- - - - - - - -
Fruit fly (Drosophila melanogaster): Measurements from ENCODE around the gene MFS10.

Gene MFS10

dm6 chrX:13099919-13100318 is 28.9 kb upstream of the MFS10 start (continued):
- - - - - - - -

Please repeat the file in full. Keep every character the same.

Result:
Fruit fly (Drosophila melanogaster): Measurements from ENCODE around the gene MFS10.

Gene MFS10

dm6 chrX:13099919-13100318 is 28.9 kb upstream of the MFS10 start (continued):